While it is true that there is virtually no mention of an afterlife in the written Torah, the oral Torah speaks volumes. I will not go into why the oral Torah became into being, how it was promulgated and why it was thought necessary after 70 AD to put forth into writing. In essence, the written oral tradition (surely an oxymoron) is but a commentary on the Torah developed by Jewish scholars over many centuries. Anyway, although it is difficult to extract a coherent and consistent 'after-life tradition', certain elements are worthy of comment. When God made Adam, he did so by breathing 'divine breath' into inanimate mud to create life. Interestingly, the Hebrew word for spirit and breath are the same (ruah). And expanding on this theme, we can see how the ancient Jews could conceive of death as a time when the last breath (spirit) leaves the body. Aspects of Judaism began to, as I understand it, perceive a reawakening of life when the physical body and the spirit (breath) come back together. This will occur en masse on a future judgement day (End of Times). Living corpses, deemed righteous and worthy will reside with God, forever. The naughty folk will be destroyed. To be honest, this view is not universal. By Jesus' time the Pharisees believed something like this, although the conservative Sadducees appear to have abided by the teachings of their ancestors, in that, there was no existence after death. Both the body and the soul would cease to exist. From the gospels, it is reasonable to infer that Jesus' pontifications on the afterlife were in tune with what the Pharisees expected. In this regard, consider the parable of the 'Sheep & Goats' (Mathew's Gospel). This is the view of most modern, critical bible scholars on how Jesus viewed the afterlife. That said, not all serious scholars agree. Jesus' teachings are not always internally consistent throughout the Gospels. This likely has more to do with how the unknown gospellers interpreted Jesus' teachings, within their own doctrinal context and prejudices, rather than due to the original teachings of the Nazarene.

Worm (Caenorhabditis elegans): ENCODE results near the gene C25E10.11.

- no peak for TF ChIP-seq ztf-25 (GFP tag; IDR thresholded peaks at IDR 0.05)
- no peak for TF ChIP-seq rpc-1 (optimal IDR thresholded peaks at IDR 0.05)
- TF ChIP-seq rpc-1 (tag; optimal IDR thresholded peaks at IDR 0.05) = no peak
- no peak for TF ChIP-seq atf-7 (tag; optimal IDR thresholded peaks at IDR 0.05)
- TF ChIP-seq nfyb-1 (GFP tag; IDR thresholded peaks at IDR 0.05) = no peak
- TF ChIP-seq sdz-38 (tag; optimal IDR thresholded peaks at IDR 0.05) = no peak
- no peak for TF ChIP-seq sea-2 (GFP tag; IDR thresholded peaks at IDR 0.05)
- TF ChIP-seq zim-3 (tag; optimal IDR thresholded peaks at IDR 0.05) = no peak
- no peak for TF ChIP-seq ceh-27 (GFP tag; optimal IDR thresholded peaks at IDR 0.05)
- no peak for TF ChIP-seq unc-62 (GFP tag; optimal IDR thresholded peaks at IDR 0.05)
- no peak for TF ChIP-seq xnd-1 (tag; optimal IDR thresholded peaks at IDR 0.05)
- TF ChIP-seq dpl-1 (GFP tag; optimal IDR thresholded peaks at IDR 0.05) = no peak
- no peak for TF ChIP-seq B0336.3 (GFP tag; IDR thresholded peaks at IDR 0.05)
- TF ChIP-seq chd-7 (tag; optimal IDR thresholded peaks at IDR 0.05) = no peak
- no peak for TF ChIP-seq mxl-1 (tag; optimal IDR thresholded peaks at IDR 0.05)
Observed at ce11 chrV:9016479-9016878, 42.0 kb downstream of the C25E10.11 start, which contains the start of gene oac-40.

Modern lay Jews, if they have an opinion on the matter, are likely to stick to the Pharisee's interpretation. This also seems to be the majority viewpoint amongst Rabbis. Judaism has always been a religion of 'this life', as already mentioned. Modern Judaism reflects this ancient tradition. Furthermore, Jews are becoming increasingly secular in their thought. There are, however, ultra-conservative sects that remain strict in their observance of the Law and the tenets of Judaism. From my observations, a significant proportion of Jews are 'unbelievers' however, they continue to practise Jewish rituals, to a lesser or greater extent, as a consequence of strong cultural associations and identity. In addition, there is a minority perspective that speculates that even the 'ungodly' will eventually be saved after a relatively brief period in some form of purgatory. This is akin to Catholic doctrine. Though, as I understand it, purgatory, in the Catholic tradition, is a place where 'the good/godly' go to be purged (tis in the name, after all ) of their sins before being allowed into heaven- this is not an option for the naughty- straight to the hot place, for eternity, for them. The Jewish doctrine of purgatory seems a tad more humane than the Catholic version. And let's be honest, with our knowledge of human nature, to the fore, a more sensible and ultimately practical, proposition.